And so that brings us to “austerity”, which you will notice means austerity for everyone, that is, everyone except the elites (the banksters, the bought-off politicicans who work for them, and the pro-bankster shills in the corporate media). Because austerity will not apply to these criminals, what it will mean is more money for themselves.

    Austerity is nothing other than theft from the people so the banksters further enrich themselves by gutting what is left of the FDR’s New Deal state, including social security, and medicare.

    Think of it this way: social security is an account payable by the US government. It can only be insolvent if the US government itself is insolvent and defaults on its Treasury bonds. If this was a large bank that had speculated and lost $5 trillion, the US government would find the money to bail them out within 24 hours. They’re cutting social security because they know can get away with it, and they know they can get the ignorant public to accept it.

    In the end this will lead to two classes of people in America: a billionaire class who will become even richer through austerity measures, and a peasant class (the target of austerity), consisting of everyone else.

    In other words what the USA will become is financial oligarchy, also known as a kleptocracy or a banana republic. It’s almost there and austerity will be the last stage, unless the people finally wise up and revolt.

  • 35. DarthFurious  |  January 8th, 2011 at 11:06 am

    Sorry people, but all these death wishes are just intolerable. And, I might humbly add, downright unchristian. I refuse to lower myself to this childish envying of the wealthy and powerful. I don’t want to see any of these hard-working americans jailed, let alone executed.
    This country was built on an ideal: that ideal is Justice. And that’s all any true patriotic american really wants. Not handouts. Not free money (god forbid). Just Justice.
    And so, in this most noble of american spirits, and without further ado, I present my list of –

    People Who I Wish Would Get Testicular Cancer in 2011 (in alphabetical order)

    Alan Greenspan
    Barak Obama
    Ben Bernanke
    Big Bank Execs
    Bill O’Rieley
    Glen Beck
    Henry Killinger
    Imitation Libertarians
    K Street
    Keith Obermann
    Koch Brothers
    Newt Gingrich
    Real Libertarians
    Supreme Court
    Tea Partiers
    Wall St
    Washington Think Tanks
    And last but not least(and not in alphabetical order):
    All the major fucking religions!(insert applause here)

    I think that’s just about everyone. I had to compact quite a few to organizational listings; too many names to be listed individually. If I missed anyone, my apologies. Keep close to your heart the knowledge that even though you’re not here in name, you are none the less present in spirit.

    Dove sta memora…

  • 36. DarthFurious  |  January 8th, 2011 at 11:22 am

    And Blake Edwards? Are you fucking kidding? “A Shot in the Dark” alone guarantees his entry into Valhalla. Shame on you Eileen.

    Shame on you.

  • 37. rosemerry  |  January 9th, 2011 at 1:09 pm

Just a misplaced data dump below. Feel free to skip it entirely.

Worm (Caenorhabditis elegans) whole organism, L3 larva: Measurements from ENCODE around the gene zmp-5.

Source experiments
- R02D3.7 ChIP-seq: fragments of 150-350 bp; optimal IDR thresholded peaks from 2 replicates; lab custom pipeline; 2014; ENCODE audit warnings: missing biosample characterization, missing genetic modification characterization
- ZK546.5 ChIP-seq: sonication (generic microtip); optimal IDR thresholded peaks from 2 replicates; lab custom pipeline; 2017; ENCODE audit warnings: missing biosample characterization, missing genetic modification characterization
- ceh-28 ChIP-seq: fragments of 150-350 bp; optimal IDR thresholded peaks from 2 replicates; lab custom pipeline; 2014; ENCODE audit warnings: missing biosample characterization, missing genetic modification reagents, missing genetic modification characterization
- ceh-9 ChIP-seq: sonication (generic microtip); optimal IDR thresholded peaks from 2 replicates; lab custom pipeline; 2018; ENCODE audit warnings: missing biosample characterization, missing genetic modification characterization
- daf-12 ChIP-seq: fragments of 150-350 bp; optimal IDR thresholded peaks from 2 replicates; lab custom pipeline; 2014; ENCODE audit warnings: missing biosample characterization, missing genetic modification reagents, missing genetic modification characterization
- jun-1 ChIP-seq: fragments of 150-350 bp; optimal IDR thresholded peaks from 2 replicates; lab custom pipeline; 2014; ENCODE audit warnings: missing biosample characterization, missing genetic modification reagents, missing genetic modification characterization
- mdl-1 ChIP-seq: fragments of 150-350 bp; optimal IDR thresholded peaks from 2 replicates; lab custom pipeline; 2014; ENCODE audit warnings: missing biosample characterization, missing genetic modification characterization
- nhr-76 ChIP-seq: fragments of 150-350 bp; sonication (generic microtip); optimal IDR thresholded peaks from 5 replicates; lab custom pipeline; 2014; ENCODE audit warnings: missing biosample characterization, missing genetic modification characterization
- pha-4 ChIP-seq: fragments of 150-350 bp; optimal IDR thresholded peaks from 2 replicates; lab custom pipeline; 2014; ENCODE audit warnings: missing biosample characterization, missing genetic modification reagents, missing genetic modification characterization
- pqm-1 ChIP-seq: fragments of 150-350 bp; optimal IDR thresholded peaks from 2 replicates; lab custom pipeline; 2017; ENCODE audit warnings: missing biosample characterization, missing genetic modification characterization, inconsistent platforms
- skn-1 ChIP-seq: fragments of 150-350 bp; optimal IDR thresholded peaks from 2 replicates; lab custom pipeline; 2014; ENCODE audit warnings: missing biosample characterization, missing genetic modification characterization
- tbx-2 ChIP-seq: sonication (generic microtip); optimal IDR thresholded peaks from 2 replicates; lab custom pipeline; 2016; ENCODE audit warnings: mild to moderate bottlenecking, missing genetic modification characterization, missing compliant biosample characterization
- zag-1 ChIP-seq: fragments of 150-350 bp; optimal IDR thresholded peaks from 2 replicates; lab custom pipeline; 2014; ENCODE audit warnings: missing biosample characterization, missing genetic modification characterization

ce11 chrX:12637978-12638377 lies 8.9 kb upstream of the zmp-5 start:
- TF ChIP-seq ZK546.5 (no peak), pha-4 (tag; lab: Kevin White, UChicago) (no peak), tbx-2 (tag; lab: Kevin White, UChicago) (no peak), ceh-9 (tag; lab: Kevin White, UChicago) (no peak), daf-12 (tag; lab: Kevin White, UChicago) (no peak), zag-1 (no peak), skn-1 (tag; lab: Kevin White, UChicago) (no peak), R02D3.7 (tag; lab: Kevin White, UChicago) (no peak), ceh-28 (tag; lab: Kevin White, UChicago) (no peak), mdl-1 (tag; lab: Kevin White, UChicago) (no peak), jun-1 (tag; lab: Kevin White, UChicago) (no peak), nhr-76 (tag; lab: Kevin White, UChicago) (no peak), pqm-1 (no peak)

to Darth furious

    How did you forget Rupert Murdoch??????

    What about GW Bush, Cheney, Rumsfeld, John Yoo, A.Gonzalez, Wolfowitz………

    Happy 2011!!!

  • 38. Thomas  |  January 9th, 2011 at 5:53 pm

    If I had the inclination, time or skill I would make a graph of this page. The X axis would represent the page, running from top to bottom along the horizontal, while the Y axis would represent the level of irony present. The line would remain near the very top, representing dangerously high levels of irony, until the end of Eileen’s article, and would then plunge to rock bottom from comment one, showing a brief flicker of life at comment 24, before returning to the horizontal with just the one last doomed sally upwards for DarthFurious’s noble effort at comment #35.

  • 39. DarthFurious  |  January 9th, 2011 at 7:37 pm

    Well I didn’t get them by name but I got them all by category.

  • 40. Dinky Wang  |  January 16th, 2011 at 5:36 pm

    Darth, I’m 95% behind your list of people we all need to die horribly and painfully.

    Add in:

    Imitation Marxists
    Critical Theorists
    Real Marxists
    Male Feminists
    The Likud Party
    Stieg Larson– again.

    and it’s 100%

  • 41. John Blacksad  |  January 19th, 2011 at 8:18 am

    I agree with Darth Furious:
    Eileen Jones’list is utterly understandable,
    but I don’t dig her pleasure for the death
    of Blake Edwards.
    I can understand Bergman or Salinger or Dixie Carter but Blake Edwards did some great movies
    and in my opinion doesn’t deserve this contempt.
    Anyway, it would be interesting if Jones writes more about that.
    She persuaded me against many other movies or actors (I loved her distruction of Hereafter for example),
    so I’d like to know her reasons.

  • 42. Django  |  June 11th, 2011 at 1:43 pm

    Between his classic Forbidden Planet persona and his later comedic turn, Leslie Nielson had a great part as a psychotic Pinkerton man, in the ’60s spaghetti western FOUR RODE OUT. He just about sweats pure violence. RIP

Leave a Comment

(Open to all. Comments can and will be censored at whim and without warning.)


Required, hidden

Subscribe to the comments via RSS Feed